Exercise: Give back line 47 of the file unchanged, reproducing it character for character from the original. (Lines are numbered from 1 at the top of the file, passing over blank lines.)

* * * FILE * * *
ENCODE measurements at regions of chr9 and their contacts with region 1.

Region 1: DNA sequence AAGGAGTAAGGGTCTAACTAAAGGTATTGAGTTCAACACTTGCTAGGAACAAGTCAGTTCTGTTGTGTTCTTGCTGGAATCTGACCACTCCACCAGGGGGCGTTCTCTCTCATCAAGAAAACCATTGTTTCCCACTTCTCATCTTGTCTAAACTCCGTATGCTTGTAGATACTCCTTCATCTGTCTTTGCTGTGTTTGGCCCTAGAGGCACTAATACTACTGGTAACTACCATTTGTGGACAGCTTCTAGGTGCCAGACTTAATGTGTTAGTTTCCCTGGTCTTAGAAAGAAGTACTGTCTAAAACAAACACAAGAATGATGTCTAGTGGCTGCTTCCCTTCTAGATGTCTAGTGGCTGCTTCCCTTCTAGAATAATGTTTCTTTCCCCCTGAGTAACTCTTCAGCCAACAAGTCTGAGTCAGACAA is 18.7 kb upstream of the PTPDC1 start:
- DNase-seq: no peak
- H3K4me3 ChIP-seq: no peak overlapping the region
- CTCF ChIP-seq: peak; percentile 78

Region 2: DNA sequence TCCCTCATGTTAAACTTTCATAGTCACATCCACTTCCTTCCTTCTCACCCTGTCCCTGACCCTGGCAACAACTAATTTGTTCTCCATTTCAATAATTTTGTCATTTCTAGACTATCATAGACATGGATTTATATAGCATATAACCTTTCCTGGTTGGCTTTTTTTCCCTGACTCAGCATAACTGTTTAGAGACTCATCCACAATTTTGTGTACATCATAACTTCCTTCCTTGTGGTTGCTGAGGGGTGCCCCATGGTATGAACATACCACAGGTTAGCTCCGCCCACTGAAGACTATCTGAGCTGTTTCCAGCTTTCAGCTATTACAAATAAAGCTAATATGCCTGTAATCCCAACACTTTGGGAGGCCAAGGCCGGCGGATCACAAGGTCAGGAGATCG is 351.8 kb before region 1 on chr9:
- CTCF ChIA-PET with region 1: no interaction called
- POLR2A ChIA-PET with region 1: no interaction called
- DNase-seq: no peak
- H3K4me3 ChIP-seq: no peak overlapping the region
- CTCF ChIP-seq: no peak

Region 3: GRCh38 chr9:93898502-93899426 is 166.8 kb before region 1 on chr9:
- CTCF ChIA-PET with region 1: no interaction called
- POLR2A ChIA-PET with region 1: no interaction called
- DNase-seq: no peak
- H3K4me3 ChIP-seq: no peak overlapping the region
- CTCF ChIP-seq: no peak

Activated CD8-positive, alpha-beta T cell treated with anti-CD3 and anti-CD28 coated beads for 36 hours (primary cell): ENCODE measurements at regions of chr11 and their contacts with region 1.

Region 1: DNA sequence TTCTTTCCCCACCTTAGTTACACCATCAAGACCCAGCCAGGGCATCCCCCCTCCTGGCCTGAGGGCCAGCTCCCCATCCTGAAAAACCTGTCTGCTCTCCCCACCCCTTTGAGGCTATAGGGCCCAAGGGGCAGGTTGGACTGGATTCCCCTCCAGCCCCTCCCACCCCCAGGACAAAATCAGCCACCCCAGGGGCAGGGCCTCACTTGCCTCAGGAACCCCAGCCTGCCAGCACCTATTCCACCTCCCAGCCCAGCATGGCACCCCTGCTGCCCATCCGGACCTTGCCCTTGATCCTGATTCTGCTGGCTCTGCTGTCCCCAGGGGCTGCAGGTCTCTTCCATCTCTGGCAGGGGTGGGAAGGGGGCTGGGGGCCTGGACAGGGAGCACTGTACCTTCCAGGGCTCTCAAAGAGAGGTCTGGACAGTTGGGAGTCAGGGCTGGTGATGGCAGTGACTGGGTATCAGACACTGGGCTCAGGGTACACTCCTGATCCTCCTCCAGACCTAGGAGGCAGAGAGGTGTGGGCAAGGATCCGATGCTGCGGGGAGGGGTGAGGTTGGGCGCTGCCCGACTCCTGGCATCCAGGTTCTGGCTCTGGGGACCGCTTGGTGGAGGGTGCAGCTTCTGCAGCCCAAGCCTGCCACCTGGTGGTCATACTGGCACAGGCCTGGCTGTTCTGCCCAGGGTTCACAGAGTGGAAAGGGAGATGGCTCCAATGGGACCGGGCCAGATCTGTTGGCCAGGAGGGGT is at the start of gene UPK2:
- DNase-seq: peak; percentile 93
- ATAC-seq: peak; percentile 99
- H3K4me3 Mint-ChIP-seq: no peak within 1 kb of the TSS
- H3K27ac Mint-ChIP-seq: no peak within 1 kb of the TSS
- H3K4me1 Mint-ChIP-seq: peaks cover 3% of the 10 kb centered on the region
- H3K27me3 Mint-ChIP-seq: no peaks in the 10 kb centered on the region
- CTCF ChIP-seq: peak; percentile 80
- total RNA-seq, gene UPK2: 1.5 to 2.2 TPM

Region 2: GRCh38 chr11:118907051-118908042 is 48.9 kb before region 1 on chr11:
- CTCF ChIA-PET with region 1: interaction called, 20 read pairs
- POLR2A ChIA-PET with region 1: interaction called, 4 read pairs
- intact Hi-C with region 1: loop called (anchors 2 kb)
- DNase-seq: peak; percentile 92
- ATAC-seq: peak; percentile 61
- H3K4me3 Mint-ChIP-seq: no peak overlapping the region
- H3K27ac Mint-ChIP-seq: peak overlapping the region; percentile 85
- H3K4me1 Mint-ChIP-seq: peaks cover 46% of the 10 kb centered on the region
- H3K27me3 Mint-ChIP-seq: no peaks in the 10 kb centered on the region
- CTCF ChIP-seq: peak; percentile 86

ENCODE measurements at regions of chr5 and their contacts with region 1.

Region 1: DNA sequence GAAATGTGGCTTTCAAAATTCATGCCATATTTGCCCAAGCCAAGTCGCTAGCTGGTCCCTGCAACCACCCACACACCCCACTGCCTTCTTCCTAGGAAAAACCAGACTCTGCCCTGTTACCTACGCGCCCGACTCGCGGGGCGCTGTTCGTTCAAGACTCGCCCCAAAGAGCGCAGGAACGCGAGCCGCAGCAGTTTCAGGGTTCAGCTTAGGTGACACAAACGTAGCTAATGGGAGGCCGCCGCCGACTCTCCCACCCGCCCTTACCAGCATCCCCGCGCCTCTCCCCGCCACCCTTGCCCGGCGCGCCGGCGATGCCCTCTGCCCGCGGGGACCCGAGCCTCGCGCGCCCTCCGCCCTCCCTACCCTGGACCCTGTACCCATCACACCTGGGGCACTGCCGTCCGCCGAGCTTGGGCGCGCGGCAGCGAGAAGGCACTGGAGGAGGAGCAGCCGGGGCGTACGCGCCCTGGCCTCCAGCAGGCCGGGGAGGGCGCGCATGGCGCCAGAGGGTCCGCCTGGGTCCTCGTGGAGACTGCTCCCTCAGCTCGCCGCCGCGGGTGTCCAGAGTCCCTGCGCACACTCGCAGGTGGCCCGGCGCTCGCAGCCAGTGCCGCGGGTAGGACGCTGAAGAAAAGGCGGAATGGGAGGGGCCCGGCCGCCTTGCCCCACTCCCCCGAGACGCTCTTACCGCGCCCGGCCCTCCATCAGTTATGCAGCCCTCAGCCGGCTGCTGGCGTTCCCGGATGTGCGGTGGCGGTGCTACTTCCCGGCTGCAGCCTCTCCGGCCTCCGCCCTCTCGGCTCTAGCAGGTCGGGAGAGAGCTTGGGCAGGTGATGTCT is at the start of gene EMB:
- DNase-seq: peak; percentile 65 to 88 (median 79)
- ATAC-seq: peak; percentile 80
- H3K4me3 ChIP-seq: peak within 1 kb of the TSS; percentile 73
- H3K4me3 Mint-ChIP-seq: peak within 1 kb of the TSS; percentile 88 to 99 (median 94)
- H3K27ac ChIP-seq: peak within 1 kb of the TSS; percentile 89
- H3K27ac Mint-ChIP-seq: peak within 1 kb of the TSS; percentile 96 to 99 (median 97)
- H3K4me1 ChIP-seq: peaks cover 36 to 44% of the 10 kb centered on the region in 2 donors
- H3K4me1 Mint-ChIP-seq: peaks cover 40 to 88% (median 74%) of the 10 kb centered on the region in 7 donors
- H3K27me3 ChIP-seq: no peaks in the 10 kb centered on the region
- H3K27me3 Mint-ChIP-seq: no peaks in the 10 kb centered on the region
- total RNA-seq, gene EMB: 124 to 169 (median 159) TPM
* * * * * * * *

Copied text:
- H3K4me1 ChIP-seq: peaks cover 36 to 44% of the 10 kb centered on the region in 2 donors